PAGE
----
ERIC Number: ED211480
Record Type: Non-Journal
Publication Date: 1981
Reference Count: N/A
Modern Languages. Essay on Teaching Able Students.
Kehl, Janet E.
Reflections are offered on the challenge of teaching a foreign language to academically gifted adolescents. At the introductory levels, able students are impatient with materials that are too simplistic. To hold their attention, they need exercises that involve choice, complex structural changes, and creativity. Colloquial dialogues and culturally authentic situations will capture their interest. At the intermediate level, to keep pace with the students' maturing minds, the teacher must use materials that require analysis and stimulate debate. At the advanced level, a text that is appropriate linguistically may be stylistically or culturally beyond even the bright student. Careful selection of reading materials must be made. Good students demand that new material be introduced at a rate that may, at the time, exceed their ability to assimilate it. Teachers must move ahead quickly to sustain a brisk pace to keep students alert and yet not so fast that it intimidates or discourages them. In moving from schoolroom language to genuine language, students need to progress from highly structured exercises to those with a minimum of structure. Encouraging students to play in a foreign language--word games, skits, and dialogues--aids students to progress to a natural and easy use of the language. (JD)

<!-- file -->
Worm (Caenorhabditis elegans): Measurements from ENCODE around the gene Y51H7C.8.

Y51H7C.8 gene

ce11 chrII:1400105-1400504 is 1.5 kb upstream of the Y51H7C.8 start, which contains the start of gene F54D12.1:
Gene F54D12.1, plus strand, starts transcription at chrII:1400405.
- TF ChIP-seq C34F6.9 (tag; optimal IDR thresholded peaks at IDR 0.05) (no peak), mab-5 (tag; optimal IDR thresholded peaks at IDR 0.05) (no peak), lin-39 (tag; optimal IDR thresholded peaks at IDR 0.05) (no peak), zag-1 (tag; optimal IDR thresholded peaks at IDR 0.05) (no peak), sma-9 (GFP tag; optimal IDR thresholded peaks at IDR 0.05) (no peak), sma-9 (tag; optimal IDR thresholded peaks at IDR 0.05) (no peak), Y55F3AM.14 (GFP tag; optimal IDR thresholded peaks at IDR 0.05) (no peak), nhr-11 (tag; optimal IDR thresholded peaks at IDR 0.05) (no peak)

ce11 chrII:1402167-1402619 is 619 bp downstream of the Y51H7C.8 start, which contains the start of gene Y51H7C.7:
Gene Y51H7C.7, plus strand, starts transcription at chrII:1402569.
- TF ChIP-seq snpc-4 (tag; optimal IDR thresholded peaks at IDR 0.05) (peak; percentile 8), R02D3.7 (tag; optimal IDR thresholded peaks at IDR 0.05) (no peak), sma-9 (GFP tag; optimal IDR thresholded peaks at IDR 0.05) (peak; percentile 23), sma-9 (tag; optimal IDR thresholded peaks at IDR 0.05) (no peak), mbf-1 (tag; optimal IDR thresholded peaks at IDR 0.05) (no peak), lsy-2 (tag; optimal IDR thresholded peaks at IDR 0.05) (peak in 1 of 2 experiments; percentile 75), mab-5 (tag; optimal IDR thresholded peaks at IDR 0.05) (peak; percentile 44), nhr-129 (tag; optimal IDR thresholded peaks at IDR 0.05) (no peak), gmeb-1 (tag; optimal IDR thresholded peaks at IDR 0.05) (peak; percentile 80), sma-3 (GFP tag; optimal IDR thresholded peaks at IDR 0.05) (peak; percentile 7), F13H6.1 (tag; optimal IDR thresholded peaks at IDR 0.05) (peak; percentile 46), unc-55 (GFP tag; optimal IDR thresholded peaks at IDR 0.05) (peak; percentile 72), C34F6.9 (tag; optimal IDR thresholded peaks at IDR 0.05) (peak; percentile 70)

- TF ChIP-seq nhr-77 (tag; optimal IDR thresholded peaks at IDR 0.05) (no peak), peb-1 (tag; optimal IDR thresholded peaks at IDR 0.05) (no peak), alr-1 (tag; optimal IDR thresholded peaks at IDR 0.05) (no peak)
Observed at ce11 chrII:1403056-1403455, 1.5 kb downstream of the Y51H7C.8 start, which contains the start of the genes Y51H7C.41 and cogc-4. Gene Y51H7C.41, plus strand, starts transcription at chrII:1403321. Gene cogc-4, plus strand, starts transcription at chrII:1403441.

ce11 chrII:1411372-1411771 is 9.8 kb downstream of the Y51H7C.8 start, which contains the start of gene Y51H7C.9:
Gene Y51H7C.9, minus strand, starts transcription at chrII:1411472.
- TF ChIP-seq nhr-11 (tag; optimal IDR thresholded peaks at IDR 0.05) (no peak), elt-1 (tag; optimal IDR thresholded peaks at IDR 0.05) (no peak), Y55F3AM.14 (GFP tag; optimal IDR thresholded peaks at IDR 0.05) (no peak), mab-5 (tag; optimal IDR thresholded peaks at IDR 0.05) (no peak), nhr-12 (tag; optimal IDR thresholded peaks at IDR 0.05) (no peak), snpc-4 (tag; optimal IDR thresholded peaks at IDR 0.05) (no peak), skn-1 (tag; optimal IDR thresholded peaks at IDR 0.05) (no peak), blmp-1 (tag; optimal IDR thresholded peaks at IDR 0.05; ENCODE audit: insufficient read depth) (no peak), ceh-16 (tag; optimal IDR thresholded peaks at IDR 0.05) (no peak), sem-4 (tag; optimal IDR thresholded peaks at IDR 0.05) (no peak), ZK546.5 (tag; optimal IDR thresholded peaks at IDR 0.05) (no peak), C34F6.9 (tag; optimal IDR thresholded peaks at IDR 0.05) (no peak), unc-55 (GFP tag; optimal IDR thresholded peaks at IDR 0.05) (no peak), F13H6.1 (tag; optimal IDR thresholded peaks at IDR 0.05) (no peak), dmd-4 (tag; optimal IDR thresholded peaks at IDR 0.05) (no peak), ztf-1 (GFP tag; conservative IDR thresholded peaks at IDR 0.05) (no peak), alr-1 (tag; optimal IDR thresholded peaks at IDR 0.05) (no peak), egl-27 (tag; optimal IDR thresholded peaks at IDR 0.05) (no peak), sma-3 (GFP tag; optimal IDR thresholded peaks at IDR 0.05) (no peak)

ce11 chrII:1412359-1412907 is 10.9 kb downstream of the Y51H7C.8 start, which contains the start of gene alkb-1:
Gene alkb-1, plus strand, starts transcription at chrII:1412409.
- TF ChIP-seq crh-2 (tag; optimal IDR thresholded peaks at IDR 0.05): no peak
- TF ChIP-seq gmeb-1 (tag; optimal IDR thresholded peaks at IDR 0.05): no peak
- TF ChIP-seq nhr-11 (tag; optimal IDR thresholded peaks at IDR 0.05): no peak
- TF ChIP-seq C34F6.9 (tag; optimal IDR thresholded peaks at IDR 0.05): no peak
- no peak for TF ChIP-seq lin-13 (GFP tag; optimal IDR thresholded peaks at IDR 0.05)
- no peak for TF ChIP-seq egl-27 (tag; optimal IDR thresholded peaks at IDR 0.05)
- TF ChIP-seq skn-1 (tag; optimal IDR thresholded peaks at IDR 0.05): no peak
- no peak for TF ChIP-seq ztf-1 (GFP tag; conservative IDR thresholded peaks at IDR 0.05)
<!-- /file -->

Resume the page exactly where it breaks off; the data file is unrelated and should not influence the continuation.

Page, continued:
Descriptors: Academically Gifted, Classroom Environment, Educational Games, Group Dynamics, Modern Languages, Pacing, Second Language Instruction, Secondary Education, Student Attitudes, Teacher Attitudes, Teacher Effectiveness, Teacher Response, Teaching Methods
Not available separately; see SP 019 253.
Publication Type: Reports - Descriptive
Education Level: N/A
Authoring Institution: N/A